Lawren Harris's search for "a deeper and more universal expression" took him farther afield not only geographically but also artistically, eventually to a complete abstraction. His first visit to the Rockies was in 1924; it was a journey he repeated annually for the next three years…. His paintings of the mountains and of icebergs show the realization of his painterly and religious ideals: the landscape is simplified to its basic forms, dominant and massive. In Mt. Lefroy the diagonal lines of the mountain's shape draw the viewer's eye toward the white peak and the light surrounding it. [Harris’ works of demonstrate his theosophical beliefs] in which the purity of truth is compared to a white ray of light; blues indicate various states of religious feeling, and clarity of outline and shapes such as the pyramid reflect the spiritual state.1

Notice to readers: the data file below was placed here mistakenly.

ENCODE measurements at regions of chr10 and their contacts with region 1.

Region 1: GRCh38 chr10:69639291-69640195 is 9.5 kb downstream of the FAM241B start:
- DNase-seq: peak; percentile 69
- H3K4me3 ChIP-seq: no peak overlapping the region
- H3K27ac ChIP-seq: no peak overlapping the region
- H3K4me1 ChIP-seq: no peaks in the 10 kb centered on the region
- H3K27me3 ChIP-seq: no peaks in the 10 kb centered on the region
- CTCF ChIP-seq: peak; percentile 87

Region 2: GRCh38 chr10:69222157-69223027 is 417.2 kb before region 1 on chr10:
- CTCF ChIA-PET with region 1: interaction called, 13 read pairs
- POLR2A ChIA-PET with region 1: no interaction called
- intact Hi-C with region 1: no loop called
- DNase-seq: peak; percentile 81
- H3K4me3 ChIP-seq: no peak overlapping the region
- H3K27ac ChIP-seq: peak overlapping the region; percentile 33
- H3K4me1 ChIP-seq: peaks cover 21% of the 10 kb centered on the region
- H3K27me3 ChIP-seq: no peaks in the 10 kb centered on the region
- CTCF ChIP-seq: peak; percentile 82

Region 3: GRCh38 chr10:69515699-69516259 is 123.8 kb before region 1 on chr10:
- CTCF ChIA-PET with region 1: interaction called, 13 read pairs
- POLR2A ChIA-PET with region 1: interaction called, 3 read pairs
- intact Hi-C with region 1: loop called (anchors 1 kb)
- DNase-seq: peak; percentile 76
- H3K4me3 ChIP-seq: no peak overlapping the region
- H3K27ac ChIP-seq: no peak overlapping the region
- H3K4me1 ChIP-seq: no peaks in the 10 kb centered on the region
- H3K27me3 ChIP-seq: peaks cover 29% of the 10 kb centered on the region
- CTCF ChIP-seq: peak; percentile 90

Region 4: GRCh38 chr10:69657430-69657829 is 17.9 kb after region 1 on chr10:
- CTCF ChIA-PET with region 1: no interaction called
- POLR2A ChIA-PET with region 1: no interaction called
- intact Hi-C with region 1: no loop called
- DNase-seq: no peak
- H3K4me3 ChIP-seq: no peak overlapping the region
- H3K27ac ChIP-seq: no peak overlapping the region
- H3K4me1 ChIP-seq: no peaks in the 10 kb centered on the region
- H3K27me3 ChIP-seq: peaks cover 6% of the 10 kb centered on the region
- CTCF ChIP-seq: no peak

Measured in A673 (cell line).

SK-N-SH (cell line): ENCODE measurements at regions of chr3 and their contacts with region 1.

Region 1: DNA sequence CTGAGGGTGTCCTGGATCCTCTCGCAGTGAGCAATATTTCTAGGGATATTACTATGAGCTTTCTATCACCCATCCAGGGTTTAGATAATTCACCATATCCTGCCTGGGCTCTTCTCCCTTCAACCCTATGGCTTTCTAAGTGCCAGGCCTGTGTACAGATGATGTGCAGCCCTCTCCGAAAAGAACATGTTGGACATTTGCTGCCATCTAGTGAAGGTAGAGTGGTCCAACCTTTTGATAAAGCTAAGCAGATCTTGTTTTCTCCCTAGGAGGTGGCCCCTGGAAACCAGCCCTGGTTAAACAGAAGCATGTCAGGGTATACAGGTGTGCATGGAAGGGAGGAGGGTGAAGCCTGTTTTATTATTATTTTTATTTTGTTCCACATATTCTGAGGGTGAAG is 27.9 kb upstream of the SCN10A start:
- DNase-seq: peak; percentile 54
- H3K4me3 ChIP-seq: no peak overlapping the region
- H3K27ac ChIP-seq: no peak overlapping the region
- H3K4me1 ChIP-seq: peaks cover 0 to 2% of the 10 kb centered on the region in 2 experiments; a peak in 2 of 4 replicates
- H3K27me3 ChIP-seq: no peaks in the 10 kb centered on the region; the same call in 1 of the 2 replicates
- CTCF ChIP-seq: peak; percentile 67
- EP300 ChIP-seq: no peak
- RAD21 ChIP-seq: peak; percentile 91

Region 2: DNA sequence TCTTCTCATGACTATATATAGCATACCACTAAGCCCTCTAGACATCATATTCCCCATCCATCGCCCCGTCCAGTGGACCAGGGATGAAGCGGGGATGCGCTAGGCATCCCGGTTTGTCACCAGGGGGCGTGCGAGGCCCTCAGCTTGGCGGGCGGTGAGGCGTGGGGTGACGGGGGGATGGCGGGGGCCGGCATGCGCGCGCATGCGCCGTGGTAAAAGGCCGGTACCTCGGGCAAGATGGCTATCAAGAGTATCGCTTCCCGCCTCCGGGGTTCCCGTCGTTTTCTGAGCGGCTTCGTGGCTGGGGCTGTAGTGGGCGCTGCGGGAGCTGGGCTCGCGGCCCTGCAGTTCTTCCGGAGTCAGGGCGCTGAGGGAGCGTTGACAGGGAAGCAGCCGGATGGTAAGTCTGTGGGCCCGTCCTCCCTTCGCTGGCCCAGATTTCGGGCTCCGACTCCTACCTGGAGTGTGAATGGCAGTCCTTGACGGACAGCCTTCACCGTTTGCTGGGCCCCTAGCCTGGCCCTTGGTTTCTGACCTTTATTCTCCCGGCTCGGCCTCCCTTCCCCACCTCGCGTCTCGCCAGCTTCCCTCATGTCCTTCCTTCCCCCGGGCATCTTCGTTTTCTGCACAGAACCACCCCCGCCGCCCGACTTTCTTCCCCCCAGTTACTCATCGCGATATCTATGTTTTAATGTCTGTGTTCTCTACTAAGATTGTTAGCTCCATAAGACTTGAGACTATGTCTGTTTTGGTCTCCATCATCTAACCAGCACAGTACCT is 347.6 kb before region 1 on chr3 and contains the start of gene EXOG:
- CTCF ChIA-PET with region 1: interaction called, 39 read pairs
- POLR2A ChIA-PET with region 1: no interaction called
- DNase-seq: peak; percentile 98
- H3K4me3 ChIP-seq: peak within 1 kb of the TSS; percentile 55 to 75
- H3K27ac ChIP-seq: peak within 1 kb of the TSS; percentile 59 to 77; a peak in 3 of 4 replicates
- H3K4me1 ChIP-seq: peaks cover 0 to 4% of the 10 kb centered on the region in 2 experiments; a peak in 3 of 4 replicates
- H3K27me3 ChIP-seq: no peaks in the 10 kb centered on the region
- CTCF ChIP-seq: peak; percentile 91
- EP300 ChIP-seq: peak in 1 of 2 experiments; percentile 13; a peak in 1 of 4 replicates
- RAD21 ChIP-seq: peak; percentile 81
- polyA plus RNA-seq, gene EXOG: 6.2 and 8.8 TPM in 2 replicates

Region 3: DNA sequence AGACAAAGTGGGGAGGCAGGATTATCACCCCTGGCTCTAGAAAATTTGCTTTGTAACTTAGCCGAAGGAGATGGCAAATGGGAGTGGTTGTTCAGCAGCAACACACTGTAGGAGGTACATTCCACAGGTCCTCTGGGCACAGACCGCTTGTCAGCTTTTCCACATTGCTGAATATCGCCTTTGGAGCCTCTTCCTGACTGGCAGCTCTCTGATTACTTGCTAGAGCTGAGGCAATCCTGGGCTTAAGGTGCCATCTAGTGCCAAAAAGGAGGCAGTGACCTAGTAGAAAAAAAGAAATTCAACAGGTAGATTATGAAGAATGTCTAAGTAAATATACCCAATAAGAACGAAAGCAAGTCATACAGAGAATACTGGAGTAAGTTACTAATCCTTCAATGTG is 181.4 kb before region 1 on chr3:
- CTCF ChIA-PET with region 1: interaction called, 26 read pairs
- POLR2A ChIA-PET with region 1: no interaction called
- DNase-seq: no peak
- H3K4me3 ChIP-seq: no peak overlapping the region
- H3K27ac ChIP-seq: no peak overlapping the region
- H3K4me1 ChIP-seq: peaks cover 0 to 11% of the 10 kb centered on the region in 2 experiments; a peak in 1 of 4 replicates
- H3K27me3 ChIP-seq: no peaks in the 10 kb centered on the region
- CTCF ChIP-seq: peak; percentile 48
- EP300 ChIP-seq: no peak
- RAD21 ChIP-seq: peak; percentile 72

1Megan Bice, "Lawren Harris," The McMichael Canadian Art Collection (Kleinburg: The McMichael Canadian Art Collection, 1989) 49.


Megan Bice

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